The French call it charcuterie and the Italians call it anti-pasto, which means "before the meal". Aside from the cultural difference, the idea is the same: a selection of dry, cured meats, sometimes cheeses, and garnishes like (marinated) veggies to graze from before digging to the main meal. There is no rush when snacking on antipasti; it is the perfect way to slow things down and savor the moment and the food at a dinner, picnic or cocktail party.
Preparing anti-pasti is super simple, fun and a creative expression of the season. There is almost no prep involved, just a little planning! Your anti-pasto board does not have to be perfect, the whole point is that it is inviting to eat!
For a larger gathering, you can divvy up one large board into three smaller boards: a meat board, a cheese board and a veggie board. For smaller groups, you can combine the meat and cheese on one board, and have a separate veggie board, or even try to fit it all on one. Really, there are no rules, except blending flavors, aromas and colors for the most interesting antipasto plate. Be creative! Below are some suggestions and some of our favorite products to use:
MEAT AND CHEESE
Variety is key. Choose two or three varieties of thinly-sliced cured meats, such as prosciutto, salami and pepperoni. For the cheese, alternate a few soft cheeses, like a camembert , bye, prufrock, goat cheese and La Tur, with some sliced up hard cheeses like Chiriboga Blue, Pecorino Toscano, and
A colorful offerings of any veggie in season, either raw, grilled or marinated vegetables. Select depending on the occasion, the crowd and the season. Raw (or lightly blanched) veggies are more desireable in summer, while roasted or marinated veggies make a great addition for fall and winter plates. For the roasted veggies, think about eggplant, beets, bell peppers, zucchini, carrots, tomatoes, asparagus, onions and garlic. Marinated veggies are a delight for the tastebuds, and especially artichoke hearts, roasted red peppers or roasted yellow peppers, or even some marinated hot peppers work well. Consider adding on some pickled green tomatoes, pickled Shiitake Mushrooms, or pickled onions!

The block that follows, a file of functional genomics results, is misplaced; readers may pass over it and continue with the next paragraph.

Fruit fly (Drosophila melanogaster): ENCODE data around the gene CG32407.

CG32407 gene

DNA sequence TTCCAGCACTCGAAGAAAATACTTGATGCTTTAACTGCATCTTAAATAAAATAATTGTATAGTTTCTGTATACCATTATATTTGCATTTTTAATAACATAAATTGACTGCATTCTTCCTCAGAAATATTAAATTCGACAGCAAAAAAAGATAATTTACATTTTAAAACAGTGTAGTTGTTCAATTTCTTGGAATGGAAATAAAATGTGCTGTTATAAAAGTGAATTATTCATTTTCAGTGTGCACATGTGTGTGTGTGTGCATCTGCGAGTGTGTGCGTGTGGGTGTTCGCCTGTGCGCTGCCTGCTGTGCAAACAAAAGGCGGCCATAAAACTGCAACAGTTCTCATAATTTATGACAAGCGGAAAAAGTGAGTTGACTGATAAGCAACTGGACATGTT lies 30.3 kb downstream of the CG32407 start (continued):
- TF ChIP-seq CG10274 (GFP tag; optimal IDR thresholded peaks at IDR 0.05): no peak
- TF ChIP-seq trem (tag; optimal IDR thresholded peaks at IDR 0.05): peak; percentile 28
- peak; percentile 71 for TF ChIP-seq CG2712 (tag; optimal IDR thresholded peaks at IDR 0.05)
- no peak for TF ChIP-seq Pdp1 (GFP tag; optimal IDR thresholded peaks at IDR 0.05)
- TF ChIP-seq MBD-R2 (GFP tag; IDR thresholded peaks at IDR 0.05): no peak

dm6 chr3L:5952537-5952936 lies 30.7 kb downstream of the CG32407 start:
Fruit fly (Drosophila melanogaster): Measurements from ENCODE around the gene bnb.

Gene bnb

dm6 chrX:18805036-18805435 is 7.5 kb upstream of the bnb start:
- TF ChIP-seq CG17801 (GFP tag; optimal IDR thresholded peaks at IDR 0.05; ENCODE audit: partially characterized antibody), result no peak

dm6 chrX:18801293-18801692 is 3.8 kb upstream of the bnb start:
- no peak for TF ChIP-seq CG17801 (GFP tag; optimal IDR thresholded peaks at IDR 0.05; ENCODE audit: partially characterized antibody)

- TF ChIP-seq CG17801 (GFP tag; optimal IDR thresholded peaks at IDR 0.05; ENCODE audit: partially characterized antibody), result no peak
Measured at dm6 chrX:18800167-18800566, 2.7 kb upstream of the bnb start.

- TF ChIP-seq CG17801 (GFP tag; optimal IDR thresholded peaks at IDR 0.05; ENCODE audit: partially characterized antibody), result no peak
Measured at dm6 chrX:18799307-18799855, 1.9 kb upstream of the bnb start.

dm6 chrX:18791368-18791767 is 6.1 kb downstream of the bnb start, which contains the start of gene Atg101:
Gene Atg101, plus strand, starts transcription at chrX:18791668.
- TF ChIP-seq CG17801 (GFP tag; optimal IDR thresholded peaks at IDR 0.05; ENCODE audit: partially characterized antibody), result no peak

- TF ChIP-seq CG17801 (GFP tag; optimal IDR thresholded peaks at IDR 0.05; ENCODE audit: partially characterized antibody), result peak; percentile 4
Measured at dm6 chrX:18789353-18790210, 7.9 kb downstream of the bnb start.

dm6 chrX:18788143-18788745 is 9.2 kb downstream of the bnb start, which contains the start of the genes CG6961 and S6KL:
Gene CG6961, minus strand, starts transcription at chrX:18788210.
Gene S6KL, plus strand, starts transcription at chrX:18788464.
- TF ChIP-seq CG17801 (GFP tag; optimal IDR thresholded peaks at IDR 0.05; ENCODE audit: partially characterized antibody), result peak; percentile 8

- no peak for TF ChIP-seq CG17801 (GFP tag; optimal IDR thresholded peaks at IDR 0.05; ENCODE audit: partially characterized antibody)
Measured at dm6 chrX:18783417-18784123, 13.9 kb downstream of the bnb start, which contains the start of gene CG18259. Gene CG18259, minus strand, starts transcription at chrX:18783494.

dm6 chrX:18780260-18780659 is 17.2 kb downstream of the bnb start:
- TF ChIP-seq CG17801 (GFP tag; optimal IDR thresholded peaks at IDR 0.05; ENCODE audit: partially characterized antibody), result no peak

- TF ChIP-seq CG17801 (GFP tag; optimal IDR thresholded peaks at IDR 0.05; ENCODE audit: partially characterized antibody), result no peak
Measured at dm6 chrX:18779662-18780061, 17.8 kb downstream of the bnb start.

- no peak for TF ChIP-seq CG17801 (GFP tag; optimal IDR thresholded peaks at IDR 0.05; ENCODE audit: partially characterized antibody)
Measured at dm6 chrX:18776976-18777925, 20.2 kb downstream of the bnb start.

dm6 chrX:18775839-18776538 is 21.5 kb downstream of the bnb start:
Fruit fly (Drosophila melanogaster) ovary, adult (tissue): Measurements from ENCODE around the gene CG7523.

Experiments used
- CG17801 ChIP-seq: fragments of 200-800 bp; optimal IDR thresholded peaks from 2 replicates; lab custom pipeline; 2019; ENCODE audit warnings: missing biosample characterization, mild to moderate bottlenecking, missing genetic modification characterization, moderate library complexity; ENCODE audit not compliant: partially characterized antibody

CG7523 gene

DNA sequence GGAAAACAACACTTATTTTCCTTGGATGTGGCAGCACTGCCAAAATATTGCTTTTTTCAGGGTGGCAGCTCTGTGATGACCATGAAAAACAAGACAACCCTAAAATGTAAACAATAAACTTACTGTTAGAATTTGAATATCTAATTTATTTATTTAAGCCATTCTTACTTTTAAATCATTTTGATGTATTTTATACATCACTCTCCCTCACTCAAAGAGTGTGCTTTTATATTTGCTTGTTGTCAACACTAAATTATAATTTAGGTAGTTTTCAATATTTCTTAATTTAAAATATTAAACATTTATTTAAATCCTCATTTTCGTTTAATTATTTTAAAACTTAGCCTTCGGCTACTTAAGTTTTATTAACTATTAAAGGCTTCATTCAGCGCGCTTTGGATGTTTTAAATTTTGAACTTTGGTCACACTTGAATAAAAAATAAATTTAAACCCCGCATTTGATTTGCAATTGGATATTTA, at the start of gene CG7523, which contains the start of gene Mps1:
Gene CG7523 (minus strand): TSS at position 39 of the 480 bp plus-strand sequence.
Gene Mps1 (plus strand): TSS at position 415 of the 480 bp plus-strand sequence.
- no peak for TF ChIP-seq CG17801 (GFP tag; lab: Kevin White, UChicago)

Of course, you can't forget some salty olives.
Have a few, smaller bowls with various dips. Some of our favorites:
Roasted tomatoes: Open 2 cans of whole tomatoes. Drain. Drizzle some olive oil on the bottom of a glass baking dish. Lay out the whole tomatoes on the bottom. Sprinkle with salt, pepper, oregano, a little bit of sugar. Drizzle with more olive oil. Roast in a slow oven – about 250 degrees F – until the tomatoes are caramelized and beginning to brown on the edges. This will take a few hours, depending on the size of the tomatoes. Remove from oven and allow to cool. Chop the tomatoes and transfer to a bowl. Adjust seasonings and then put in serving bowl. Drizzle with extra virgin olive oil and chopped fresh herbs.
Add some Pear Mostarda to your next cheese-and-meat plate — you won’t be sorry.
CRACKERS & BREAD
Variety is key. Select a mix of round, square and long crackers and offer some cut up fresh bread as well. Some of our best sellers are:
FRUITS & NUTS
Fresh fruit: Select whatever is in season. Grapes always look good on a cheeseboard, and so do figs, thinly sliced pears, apples or black or blue berries. Figs - when in season - are not only delicious, but also make your antipasto plate extra pretty looking! And how about some drunken pears for an unexpected twist?
Nuts: Marcona almonds are called the "Queen ofAlmonds,”. They are shorter, rounder, softer, and sweeter than regular almonds, and make a nice addition to any cheeseboard.
About an hour before the guests arrive, put it all out on your board. Mix it up, and have fun in the process! Remember, there are no rules. It can be messy, after all- it will look picked apart soon enough, which is a sign of your guests enjoying the antipasti! Buon appetito!
Photo: Michelle from Our Italian Table